The Angry Tea Party Will Destroy the GOP

For some reason, the Tea Party members think they are driving the bus—they are barely passengers.

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The Tea Party does protesting quite well. Governing, not so much.

The firestorm that is building on the budget, and down the road on the debt limit, will sow the seeds of their destruction.

They don’t get that Americans don’t want a government shutdown; Americans don’t want to eviscerate Head Start and slash Pell Grants and cut the heart out of the Environmental Protection Agency.

The American people care about jobs and the economy. They want something done. They are not railing against government that works and performs. They are tired of the hard right ideology of the Tea Party, nationally and in the states. [Check out a roundup of political cartoons on the Tea Party.]

Read the polls in those states where Republican governors are drinking the Kool Aid tea. They are tanking—in Wisconsin, Ohio, and Florida. In the five short months since their elections, Governors Walker, Kasich, and Scott are in the mid or low 30s with their favorable ratings. They lose hypothetical matchups to the Democrats they beat last November.

Things are even worse in Washington where the new crop of first year members of Congress are acting like spoiled children, even with their leader, House Speaker John Boehner.

Republicans had proposed cuts in this fiscal year in the neighborhood of $30 billion until the Tea Party folks ratcheted it up to $61 billion. Efforts at compromise have hit a wall.

According to CBS, here are some comments on any budget compromise that were reported yesterday:

“If Boehner fails to cut enough from the budget, Mark Meckler of the Tea Party Patriots told the Associated Press, Tea Partyers could mount a primary challenge against the Speaker. Meckler said 'you're going to see massive amounts' of primary challenges against Republican lawmakers, including Boehner, next year if Republicans go along with the plan to cut $33 billion." [Check out a roundup of political cartoons on the federal budget and deficit.]

Judson Phillips of Tea Party Nation already said in a message to his organization today that "Boehner must go."

"The Tea Party must unite and make sure Boehner is replaced in the next election," he wrote. "We need people in leadership who are committed to cutting spending and eliminating these programs."

Rep. Joe Walsh, who spoke at Thursday’s Tea Party rally, was quoted on a government shutdown: “Might it be a good thing? Hopefully it won’t happen, but who knows, maybe America needs to be jolted a bit. I think the American people are ready for this.”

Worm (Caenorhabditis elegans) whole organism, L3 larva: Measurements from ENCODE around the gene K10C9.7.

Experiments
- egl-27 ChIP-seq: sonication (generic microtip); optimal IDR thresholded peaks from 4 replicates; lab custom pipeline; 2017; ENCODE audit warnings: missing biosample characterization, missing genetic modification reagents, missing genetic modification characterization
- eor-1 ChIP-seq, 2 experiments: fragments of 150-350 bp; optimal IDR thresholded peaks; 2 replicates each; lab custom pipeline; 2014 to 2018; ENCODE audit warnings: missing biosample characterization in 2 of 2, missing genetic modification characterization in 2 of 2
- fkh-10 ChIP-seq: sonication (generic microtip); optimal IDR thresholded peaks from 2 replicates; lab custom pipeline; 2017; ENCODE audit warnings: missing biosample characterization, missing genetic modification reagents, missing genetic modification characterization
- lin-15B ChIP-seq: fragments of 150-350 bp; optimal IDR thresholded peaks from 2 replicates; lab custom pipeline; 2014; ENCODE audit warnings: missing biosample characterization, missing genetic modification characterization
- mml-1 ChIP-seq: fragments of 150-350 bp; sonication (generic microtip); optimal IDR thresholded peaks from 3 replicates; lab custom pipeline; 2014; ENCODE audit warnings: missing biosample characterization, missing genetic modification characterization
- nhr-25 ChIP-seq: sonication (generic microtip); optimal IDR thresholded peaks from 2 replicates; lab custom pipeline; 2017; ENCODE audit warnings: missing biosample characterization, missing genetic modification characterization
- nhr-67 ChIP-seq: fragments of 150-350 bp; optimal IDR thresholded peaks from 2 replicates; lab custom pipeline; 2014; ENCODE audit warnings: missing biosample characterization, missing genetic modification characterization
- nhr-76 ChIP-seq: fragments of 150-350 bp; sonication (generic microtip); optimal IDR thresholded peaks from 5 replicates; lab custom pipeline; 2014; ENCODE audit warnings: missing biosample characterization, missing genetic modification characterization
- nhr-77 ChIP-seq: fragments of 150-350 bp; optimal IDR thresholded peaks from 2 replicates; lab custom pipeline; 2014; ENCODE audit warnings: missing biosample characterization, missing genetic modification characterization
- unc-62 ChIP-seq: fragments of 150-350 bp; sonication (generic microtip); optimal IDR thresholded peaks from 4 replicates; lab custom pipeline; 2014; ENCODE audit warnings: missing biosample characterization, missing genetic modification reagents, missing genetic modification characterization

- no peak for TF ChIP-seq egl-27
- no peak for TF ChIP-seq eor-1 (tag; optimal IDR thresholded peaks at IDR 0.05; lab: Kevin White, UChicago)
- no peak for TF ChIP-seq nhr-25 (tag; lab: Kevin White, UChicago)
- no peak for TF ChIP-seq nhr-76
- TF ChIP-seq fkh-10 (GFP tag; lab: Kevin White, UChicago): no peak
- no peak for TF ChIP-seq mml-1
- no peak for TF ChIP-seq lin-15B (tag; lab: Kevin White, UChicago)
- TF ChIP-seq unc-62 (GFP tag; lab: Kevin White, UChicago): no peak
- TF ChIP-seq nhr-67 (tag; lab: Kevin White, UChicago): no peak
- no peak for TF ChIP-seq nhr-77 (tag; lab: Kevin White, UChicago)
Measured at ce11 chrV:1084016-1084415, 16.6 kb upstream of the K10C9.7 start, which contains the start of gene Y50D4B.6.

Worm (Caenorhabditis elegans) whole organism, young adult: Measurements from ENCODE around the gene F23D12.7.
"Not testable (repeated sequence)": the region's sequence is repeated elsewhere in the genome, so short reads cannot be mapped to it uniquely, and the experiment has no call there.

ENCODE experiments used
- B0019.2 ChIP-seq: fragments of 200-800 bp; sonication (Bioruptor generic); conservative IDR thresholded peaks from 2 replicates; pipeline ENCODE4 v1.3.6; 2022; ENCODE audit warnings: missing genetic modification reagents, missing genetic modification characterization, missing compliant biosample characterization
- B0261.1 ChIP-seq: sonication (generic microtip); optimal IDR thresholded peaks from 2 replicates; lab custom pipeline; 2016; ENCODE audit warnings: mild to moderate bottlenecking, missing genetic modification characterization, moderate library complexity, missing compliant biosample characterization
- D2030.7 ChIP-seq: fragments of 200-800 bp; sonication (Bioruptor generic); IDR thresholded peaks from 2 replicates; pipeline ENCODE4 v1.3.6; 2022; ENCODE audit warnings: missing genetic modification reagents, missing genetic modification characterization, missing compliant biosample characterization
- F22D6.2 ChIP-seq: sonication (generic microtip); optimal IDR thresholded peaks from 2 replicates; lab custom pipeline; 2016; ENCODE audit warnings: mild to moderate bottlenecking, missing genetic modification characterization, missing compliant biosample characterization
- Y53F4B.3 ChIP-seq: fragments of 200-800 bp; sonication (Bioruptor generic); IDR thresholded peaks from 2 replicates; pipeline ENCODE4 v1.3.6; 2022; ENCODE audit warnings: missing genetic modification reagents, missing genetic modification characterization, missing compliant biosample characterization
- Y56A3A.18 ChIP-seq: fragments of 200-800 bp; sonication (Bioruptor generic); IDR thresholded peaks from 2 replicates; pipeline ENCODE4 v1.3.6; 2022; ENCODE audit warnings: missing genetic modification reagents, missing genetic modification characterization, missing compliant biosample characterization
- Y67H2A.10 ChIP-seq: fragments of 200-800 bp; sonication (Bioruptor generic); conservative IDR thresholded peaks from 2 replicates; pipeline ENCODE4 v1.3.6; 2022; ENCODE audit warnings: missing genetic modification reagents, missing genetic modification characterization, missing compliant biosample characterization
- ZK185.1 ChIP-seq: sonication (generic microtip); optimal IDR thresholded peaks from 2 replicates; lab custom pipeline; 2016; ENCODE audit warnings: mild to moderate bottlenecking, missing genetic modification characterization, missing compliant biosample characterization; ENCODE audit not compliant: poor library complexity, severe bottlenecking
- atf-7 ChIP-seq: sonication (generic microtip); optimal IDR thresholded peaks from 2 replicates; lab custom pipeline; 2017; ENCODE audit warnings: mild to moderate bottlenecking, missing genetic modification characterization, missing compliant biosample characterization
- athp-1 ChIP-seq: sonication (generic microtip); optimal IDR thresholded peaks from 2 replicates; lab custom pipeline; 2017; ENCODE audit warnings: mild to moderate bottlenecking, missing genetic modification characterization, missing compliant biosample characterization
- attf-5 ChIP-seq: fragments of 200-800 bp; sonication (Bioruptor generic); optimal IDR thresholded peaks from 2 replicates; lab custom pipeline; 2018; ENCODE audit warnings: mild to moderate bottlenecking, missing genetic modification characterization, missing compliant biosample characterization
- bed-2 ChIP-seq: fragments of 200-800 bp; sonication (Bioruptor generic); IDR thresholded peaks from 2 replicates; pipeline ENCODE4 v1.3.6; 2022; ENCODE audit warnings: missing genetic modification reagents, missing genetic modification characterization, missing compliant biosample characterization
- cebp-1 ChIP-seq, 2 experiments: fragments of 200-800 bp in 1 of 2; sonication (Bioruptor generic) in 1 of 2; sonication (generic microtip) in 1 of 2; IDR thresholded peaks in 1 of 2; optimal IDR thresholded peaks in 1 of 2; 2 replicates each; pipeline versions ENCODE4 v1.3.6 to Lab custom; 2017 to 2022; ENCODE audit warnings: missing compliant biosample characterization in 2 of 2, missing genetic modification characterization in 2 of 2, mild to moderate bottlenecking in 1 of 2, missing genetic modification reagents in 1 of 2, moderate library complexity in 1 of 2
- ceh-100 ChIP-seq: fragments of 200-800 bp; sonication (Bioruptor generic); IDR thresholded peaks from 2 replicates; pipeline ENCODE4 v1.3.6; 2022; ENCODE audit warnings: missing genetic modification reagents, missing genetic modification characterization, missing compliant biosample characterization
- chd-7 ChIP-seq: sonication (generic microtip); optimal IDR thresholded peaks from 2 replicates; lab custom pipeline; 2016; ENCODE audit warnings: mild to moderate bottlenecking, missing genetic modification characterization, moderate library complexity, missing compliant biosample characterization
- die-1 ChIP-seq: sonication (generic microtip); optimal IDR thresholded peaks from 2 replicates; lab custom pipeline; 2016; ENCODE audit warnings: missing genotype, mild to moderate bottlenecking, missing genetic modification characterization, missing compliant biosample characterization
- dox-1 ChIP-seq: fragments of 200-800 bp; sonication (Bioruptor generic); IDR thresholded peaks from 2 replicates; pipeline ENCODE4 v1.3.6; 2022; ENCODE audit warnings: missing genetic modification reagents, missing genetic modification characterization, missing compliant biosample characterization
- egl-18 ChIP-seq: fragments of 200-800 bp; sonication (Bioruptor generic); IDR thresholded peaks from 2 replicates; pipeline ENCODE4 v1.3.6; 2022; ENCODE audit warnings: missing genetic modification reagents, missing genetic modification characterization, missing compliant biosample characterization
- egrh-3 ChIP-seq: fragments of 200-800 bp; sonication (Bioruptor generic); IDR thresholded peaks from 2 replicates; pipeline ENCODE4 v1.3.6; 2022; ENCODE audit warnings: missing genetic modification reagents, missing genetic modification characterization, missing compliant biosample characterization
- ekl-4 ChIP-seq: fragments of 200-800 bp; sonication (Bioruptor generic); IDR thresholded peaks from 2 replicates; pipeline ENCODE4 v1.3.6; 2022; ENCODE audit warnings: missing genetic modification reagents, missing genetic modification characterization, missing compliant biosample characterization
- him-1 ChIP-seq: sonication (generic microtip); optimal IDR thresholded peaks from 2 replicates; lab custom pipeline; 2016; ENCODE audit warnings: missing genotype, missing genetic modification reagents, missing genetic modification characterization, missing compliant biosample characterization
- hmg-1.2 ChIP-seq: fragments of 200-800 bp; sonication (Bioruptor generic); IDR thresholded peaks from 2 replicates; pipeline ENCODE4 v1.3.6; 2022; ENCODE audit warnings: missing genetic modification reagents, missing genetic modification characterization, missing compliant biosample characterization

No, Joe, we are not ready to see our servicemen and women denied pay checks, we are not ready to see employees sent home, we are not ready to see a “food fight” in Washington, as one other member referred to it, result in chaos. [Read the U.S. News debate: Should Congress raise the debt limit?]

For some reason, the Tea Party members think they are driving the bus—they are barely passengers. Their extreme views now are hurting Republicans. The latest CNN poll has 47 percent of Americans disapproving of them, the highest unfavorable that they have recorded.

Five-thirty-eight.com has examined the trend line over the past year and half and found a fairly steady increase in the Tea Party’s unfavorables, from less than 20 percent in November of 2009 to mid and upper 40s now. Interestingly, the favorable rating has always hovered in the low 30s. The undecideds and those who could not rate the Tea Party are almost all going into the negative category.

So, the more likely they are to wreak havoc, the more extreme their rhetoric, and, of course, the more the economy improves, the more their support will wilt. In the meantime, Speaker Boehner is pulling his hair out as he hears the loud sound of hooves from the angry riders echoing in his ears. The angrier and more vocal the Tea Party gets, the more they will hurt the Republicans.

  • Check out a roundup of political cartoons on the federal budget and deficit.
  • Read the U.S. News debate: Should Congress raise the debt limit?
  • See a slide show of the 10 cities who give the most to politicians.